Was it interesting to quite literally reframe that experience visually? The film resembles reality television, but uses particular angles and camerawork that tweaks it in an interesting way.
SG: That was actually a really considered decision. We shot the reality footage on a different camera than we shot the film footage on – the camera we used for the reality footage is actually a camera they often shoot reality shows on and the film camera is an Alexa, which is very much a film camera. We wanted the perspective of the film camera to be much more physical and kinetic and connected to the actors and my [cinematographer] shot the whole thing handheld, so [she] was actually moving with the actors. It was very, very blocked, but also intuitive and so there’s the confusion of all of that, like wait, which camera are we shooting on? Where is this going?
You’ve said over the course of shooting, it was lighter when you began and darker by the end of it. Were you surprised by that shift?
SG: Yeah. The funniest thing is we actually had a stunt coordinator on this film because that’s how much physical comedy there was. We actually had like wakka wakka, crazy slapstick. That all got cut out. What I discovered is I think I’m scared of being as dark as I really am [in life], so I try to get laughs, so I just wrote in all these really hammy, crazy moments into the script and they’re all on the edit room floor. None of them made it in.
AW: It took a couple nights to figure out what the tone was. I’ve done so much comedy that my instinct is always to make bits out of things and when we first started, I had this whole brilliant bit about a palm tree hitting me in the face and I thought it was so funny and Sarah came up and was like, “Don’t do the palm tree bit.” [laughs]
AC: It was. It was really funny and it would’ve been really funny in a different short…
AW: In that sense, it was cool that we had the luxury of having five days for 20 minutes. Twelve pages over the course of five nights is such a luxury, so we got to take our time and figure out what the tone was.
AC: I was remembering today that the ending apparently was different from the one we actually went with. My character, I don’t think necessarily walked out or screamed at the camera or anything. We found that on the night [of shooting] because it’s such a triumph for Jessica to get up and be like, [lowering voice, revealing a spoiler] “I’m going to get fucking married.” But that was something we discovered because Sarah was very open to our journey and not locking anything in, so we were able to explore and play.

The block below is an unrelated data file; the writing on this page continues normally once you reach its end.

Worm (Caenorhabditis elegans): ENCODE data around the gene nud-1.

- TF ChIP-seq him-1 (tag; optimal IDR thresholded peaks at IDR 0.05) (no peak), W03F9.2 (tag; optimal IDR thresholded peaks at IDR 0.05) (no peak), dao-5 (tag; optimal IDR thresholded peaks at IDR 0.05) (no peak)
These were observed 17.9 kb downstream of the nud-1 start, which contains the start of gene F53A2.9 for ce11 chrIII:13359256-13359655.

AW: The eating disorder thing wasn’t super-defined until we had talked about it a lot and been like okay, Rebecca decides to take her down when she hears about an eating disorder, right?
AC: That’s the trigger.
AW: That wasn’t clear until three nights into shooting.
AC: And we took out a lot of dialogue.
AW: We took out a lot. we put in a lot. It was definitely a collaboration with pretzels and coffee in the middle of the night.
Sarah, since this is your first foray into narrative film after compiling one of the most interesting resumes I’ve read – working on a fishing boat in Alaska, interning with David LaChapelle, etc. – how did you get interested in filmmaking?
SG: Actually, I’ve been obsessed with being a filmmaker since I was 16. I’ve been writing since I was five and studied writing at Sarah Lawrence, then when I discovered moving images at 16 and started making films, it’s all I’ve ever wanted to do. But I’ve just taken a really crazy road to get there and I’ve just done all kinds of other things. But it’s been my passion. I’ve done a lot of experimental filmmaking and I [feel like I’ve] been hiding in experimental filmmaking because I do have very narrative ideas, but I’ve just been scared to do it because I think it’s so hard to do. It’s so much harder than a doc and so much harder than experimental. It’s hard to get good actors. I think it’s hard to get good performances.
Finally, for Anna and Ashley, you’ve said you weren’t unfamiliar with “The Bachelor.” As acting, do you wonder how much acting is going on on those shows?
AW: I think any time you know that there’s a camera, there’s sort of this… I think it was a Jungian philosophy. Any time there’s another person there that you know is watching you, I think you’re acting. I think we’re all sort of acting. The theory is when you’re in a restaurant and you’re talking to somebody and a waiter comes up and the tail end of the last sentence is coming out of your mouth and you’re aware that he’s watching you, you’re completely different. Carl Jung came up with that theory and I think that would more than apply to reality stars. They’re fully aware that somebody’s watching and there’s something about it that feeds them. [pause, in mild disbelief] I just threw in a Carl Jung reference.
And it was awesome.
AC: The whole waiter thing? I do that!
AW: Right?!? That’s Carl Jung. It’s called being fore.
“Sequin Raze” will play SXSW twice more on Monday, March 11th at the Rollins Theatre at the Long Center at 2 p.m. and Wednesday, March 13th at 4:30 p.m. at the Vimeo Theater. It will also premiere in New York later this month at New Directors/New Films on March 30th and 31st.